International Business Machines Corp.'s quarterly revenue missed analysts' estimates as growth slowed in its higher-margin businesses that include cloud and artifical intelligence services, while demand for its legacy technology services fell.
Shares of the Dow component were down 2 percent at $150.78 in after-market trading on Tuesday.
Armonk, New York-based IBM has in recent years shifted focus to pockets of growth across its business — areas such as cloud, cybersecurity and data analytics — to counter a slowdown in its hardware and software businesses.
Revenue from these initiatives, which IBM calls "strategic imperatives," rose 5 percent in the second quarter ended June 30. But the growth was slower than the double-digit percentage increases that the businesses had posted in the past several quarters, which could add to concerns about the pace of IBM's turnaround.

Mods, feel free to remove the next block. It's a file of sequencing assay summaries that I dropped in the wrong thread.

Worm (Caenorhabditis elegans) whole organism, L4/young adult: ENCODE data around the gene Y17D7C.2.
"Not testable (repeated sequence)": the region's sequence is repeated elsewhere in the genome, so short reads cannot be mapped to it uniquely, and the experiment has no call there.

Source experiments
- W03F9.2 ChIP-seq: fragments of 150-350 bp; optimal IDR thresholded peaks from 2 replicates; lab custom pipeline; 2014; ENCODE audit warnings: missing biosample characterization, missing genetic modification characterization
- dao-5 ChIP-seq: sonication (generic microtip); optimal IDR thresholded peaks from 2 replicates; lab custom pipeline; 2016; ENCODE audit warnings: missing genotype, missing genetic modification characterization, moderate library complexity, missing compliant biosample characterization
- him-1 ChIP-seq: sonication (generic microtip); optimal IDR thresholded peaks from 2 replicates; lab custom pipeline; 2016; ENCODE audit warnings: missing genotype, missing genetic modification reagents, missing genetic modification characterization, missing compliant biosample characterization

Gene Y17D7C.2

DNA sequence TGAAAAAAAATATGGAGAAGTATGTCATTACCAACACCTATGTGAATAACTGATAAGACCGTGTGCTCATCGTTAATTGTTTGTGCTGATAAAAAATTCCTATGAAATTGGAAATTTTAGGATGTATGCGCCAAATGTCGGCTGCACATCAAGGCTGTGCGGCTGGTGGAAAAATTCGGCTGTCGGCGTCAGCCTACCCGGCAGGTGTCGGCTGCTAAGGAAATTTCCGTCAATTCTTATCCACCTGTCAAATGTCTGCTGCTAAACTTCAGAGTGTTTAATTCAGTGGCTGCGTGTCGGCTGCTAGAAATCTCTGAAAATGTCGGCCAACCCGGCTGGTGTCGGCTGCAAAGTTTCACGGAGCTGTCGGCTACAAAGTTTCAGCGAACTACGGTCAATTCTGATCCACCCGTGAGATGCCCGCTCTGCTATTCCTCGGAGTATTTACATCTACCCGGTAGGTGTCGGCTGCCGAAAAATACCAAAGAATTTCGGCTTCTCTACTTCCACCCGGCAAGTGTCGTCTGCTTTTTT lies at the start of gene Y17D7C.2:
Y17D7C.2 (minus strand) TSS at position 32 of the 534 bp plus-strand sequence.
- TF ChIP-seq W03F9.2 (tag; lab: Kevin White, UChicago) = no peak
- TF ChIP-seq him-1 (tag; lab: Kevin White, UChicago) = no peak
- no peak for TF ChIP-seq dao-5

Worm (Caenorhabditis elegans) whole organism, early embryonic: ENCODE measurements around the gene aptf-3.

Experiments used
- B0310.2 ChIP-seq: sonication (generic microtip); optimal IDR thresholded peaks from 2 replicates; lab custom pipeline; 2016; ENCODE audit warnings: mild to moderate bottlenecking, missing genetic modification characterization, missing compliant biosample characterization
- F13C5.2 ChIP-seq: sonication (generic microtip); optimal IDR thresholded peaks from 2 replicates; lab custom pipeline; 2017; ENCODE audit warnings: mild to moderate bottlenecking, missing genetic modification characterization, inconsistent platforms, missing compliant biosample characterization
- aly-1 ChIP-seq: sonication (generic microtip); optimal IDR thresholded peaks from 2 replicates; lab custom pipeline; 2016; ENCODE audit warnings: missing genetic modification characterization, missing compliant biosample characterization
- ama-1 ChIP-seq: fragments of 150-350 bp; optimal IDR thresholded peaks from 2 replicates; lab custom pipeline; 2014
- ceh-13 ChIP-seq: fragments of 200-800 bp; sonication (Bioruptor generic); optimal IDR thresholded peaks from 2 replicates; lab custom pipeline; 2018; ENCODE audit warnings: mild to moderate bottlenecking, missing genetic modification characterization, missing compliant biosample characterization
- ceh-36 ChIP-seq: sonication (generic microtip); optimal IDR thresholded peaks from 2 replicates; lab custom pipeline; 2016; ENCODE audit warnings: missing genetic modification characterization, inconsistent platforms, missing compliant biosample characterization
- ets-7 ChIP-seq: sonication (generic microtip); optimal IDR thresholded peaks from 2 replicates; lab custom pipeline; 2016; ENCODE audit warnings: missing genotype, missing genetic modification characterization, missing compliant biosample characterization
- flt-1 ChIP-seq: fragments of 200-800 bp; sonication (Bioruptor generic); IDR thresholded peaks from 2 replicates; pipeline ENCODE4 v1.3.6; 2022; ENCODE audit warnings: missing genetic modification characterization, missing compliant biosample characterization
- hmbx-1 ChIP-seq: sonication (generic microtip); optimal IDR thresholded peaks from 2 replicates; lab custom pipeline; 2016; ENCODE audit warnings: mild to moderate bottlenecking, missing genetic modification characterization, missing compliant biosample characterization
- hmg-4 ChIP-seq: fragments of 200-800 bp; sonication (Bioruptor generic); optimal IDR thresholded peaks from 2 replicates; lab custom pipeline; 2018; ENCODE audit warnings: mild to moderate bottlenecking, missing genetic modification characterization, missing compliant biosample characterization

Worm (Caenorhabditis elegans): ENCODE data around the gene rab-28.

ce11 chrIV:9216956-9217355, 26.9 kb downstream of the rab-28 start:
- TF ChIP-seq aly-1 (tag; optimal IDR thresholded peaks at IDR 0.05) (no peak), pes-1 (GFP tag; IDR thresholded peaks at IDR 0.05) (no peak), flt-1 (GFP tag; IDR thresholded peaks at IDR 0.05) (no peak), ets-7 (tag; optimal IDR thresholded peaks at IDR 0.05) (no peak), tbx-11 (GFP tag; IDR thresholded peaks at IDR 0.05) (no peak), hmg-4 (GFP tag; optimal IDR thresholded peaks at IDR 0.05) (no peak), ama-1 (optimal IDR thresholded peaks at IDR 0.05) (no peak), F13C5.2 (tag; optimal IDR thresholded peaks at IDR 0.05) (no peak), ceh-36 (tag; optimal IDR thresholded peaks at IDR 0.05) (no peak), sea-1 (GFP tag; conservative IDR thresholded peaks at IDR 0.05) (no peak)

However, revenue from "strategic imperatives" rose 11 percent to $34.1 billion over the past 12 months, the company said.
Revenue in IBM's technology services and cloud platforms business — its largest — fell 5.1 percent to $8.41 billion. Analysts on average had expected $8.58 billion, according to financial data and analytics firm FactSet.
Total revenue dipped 4.7 percent to $19.29 billion, marking the steepest fall in in five quarters. IBM has not posted growth in annual revenue since 2011.
Analysts on average had expected revenue of $19.46 billion, according to Thomson Reuters I/B/E/S.
IBM's net income fell to $2.33 billion, or $2.48 per share in the second quarter ended June 30, from $2.50 billion, or $2.61 per share, a year earlier.
Excluding one-time items, IBM earned $2.79 per share, according to Thomson Reuters I/B/E/S, beating analysts' estimateS of $2.74.
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